Defend Political Institutions09-30-2017
Defend Political Institutions
"First of all, there’s a danger in separating intellectual and political history, where intellectual historians are concerned with ideas that are interesting, and political historians are not concerned with ideas at all. Often ideas that are most significant are bad ideas, i.e. ideas that are not interesting in and of themselves, but nevertheless exert psychological, sociological, and political power. And we don’t have to go all the way back to Hitler to see an example of this. In our own societies, we know perfectly well at least a few ideas that are significant, although they may not be good ideas. An intellectual historian 80 years from now may not be concerned with them, but they are nevertheless powerful. That said, to understand Mein Kampf I think you have to have a certain amount of intellectual history background to realize how Hitler is working from Biblical traditions, from traditions of Victorian science, Darwinism etc. Not so much because he needs to be classified as a thinker, but in order to see and comprehend how Mein Kampf makes sense, how it holds together. You’re right, it is very unusual to spend as much time on Mein Kampf as I do at the beginning of Black Earth. I put it at the beginning of my book because Black Earth is a book about the Holocaust of the Jews, and the history of the Holocaust of the Jews has to be understood as a realization of a particular worldview. The worldview, a vision of the world without Jews, is stated in Mein Kampf, and is realized in the history of Germany and also in the history of German actions towards states and societies beyond Germany. I don’t think you can understand the Holocaust without analysing the worldview. There are many ways you can make this argument. One is the classical question of the different forms of extermination policies applied to Jews and Slavs. If one ignores the ideology one easily falls into questions of comparison rather than questions of origins. The difference between how Germany treats the Slavs and how it treats the Jews is ideological – it goes back to the difference between colonizing the Slavs and a world without the Jews. You can have massively murderous policies towards both groups of people, but at the end of the day there is a difference, and the difference is ideological. Slavs were to be colonized and Jews were to be removed from the planet because Slavs were seen as an inferior race whereas Jews were seen as a non-race that prevented the racial struggle from getting underway. Or, in a case of my own central argument, I am saying that the Holocaust happened because of a certain kind of politically generated anarchy, in the course of which German power was used to get rid of traditional political institutions, and that created an environment that made mass killing in these stateless zones possible. It is easier for me to see that when I read Mein Kampf and realize that Hitler is not a German nationalist, that he is not a state-builder. Instead, he is someone who is trying to restore the world to its natural condition of being which is precisely a competition among races. Competition among races is not a political-institutional idea, it’s some other kind of idea. And so then it’s easier to see the German campaign in the East with its destruction of institutions as a normal part of the destructive process. If you ignore the ideas and start from the premise that it’s all about institutions and what institutions do, you cannot understand the destruction of other institutions as part of the argument."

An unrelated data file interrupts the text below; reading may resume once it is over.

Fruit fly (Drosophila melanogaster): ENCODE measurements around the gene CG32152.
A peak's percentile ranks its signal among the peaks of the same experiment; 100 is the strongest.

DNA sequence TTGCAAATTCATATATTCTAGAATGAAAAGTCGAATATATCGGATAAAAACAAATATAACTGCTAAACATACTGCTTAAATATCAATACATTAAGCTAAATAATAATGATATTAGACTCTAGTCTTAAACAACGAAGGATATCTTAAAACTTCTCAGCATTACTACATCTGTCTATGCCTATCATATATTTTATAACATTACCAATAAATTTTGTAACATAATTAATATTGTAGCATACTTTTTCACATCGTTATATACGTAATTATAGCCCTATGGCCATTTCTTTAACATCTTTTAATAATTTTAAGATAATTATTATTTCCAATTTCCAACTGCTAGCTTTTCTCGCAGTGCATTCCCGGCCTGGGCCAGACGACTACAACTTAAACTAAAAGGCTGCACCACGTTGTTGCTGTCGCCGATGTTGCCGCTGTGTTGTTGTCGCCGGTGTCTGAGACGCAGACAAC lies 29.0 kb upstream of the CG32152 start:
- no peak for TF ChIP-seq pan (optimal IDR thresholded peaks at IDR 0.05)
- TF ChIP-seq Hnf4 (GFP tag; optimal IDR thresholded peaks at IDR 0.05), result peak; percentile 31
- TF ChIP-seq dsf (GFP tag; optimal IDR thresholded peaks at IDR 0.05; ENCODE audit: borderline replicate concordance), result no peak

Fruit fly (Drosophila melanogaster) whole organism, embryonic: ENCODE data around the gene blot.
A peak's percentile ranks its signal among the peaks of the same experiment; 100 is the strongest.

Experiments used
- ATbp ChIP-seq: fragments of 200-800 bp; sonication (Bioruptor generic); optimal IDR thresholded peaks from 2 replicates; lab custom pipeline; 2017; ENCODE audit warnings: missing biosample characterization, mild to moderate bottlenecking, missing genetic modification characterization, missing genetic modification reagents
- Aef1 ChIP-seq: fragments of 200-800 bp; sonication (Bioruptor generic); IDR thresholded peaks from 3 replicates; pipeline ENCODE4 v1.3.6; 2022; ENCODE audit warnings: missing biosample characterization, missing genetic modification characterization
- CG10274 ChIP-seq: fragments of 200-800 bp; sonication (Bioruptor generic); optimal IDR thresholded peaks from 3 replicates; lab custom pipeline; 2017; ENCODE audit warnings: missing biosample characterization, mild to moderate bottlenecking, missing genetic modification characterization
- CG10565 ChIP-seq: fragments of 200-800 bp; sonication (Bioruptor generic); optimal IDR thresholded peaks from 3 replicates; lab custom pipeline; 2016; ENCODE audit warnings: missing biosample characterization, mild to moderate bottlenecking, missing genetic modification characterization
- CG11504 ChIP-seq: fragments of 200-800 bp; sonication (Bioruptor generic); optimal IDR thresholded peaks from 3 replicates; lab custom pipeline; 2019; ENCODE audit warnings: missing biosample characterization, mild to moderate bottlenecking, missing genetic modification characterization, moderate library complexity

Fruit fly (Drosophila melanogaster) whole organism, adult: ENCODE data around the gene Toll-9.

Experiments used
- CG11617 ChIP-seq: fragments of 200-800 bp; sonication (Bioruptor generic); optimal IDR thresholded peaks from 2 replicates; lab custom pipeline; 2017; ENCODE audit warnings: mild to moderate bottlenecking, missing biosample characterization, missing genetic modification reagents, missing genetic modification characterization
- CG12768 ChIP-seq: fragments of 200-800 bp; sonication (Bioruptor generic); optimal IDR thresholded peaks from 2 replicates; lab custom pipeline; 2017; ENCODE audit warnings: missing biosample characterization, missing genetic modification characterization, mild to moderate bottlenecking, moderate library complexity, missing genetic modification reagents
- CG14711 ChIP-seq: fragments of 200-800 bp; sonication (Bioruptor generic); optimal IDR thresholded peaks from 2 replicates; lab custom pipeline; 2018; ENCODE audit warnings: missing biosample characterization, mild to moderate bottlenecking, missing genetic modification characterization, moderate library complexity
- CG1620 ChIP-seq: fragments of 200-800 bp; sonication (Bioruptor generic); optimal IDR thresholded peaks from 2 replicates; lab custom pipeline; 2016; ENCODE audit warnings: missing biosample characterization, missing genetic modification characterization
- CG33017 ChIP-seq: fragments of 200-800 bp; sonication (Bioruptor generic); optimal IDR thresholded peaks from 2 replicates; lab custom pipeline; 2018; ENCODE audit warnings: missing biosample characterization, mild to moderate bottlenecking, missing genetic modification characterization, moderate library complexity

A Public Life Without Politics
Bonnie Honig shows how the alt-right marchers in Charlottesville were seeking the very kind of public belonging and public happiness that Hannah Arendt imagines is the treasure of public life. But because the alt-right wants to be able to belong together in public even as it excludes Jews, blacks, and others, Honig argues that the alt-right makes the mistake of wanting a public existence without politics.